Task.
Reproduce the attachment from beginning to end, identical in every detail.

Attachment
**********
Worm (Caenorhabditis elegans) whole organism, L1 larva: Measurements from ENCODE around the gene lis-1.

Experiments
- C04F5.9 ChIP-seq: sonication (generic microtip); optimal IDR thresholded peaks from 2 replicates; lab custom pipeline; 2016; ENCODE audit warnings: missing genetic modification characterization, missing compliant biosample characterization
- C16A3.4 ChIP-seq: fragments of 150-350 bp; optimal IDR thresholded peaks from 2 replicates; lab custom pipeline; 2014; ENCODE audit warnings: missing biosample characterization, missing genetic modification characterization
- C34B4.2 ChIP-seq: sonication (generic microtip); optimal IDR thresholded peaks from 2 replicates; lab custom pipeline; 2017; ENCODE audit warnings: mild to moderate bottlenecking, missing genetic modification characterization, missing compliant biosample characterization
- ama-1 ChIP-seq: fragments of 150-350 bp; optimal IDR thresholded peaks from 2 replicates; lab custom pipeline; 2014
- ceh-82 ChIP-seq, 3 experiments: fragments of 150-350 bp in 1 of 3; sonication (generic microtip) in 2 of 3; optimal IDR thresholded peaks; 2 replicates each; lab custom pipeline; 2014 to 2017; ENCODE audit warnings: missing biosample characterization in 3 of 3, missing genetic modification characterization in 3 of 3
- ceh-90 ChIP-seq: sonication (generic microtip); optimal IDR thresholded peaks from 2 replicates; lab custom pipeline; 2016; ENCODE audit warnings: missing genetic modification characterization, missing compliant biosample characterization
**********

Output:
Worm (Caenorhabditis elegans) whole organism, L1 larva: Measurements from ENCODE around the gene lis-1.

Experiments
- C04F5.9 ChIP-seq: sonication (generic microtip); optimal IDR thresholded peaks from 2 replicates; lab custom pipeline; 2016; ENCODE audit warnings: missing genetic modification characterization, missing compliant biosample characterization
- C16A3.4 ChIP-seq: fragments of 150-350 bp; optimal IDR thresholded peaks from 2 replicates; lab custom pipeline; 2014; ENCODE audit warnings: missing biosample characterization, missing genetic modification characterization
- C34B4.2 ChIP-seq: sonication (generic microtip); optimal IDR thresholded peaks from 2 replicates; lab custom pipeline; 2017; ENCODE audit warnings: mild to moderate bottlenecking, missing genetic modification characterization, missing compliant biosample characterization
- ama-1 ChIP-seq: fragments of 150-350 bp; optimal IDR thresholded peaks from 2 replicates; lab custom pipeline; 2014
- ceh-82 ChIP-seq, 3 experiments: fragments of 150-350 bp in 1 of 3; sonication (generic microtip) in 2 of 3; optimal IDR thresholded peaks; 2 replicates each; lab custom pipeline; 2014 to 2017; ENCODE audit warnings: missing biosample characterization in 3 of 3, missing genetic modification characterization in 3 of 3
- ceh-90 ChIP-seq: sonication (generic microtip); optimal IDR thresholded peaks from 2 replicates; lab custom pipeline; 2016; ENCODE audit warnings: missing genetic modification characterization, missing compliant biosample characterization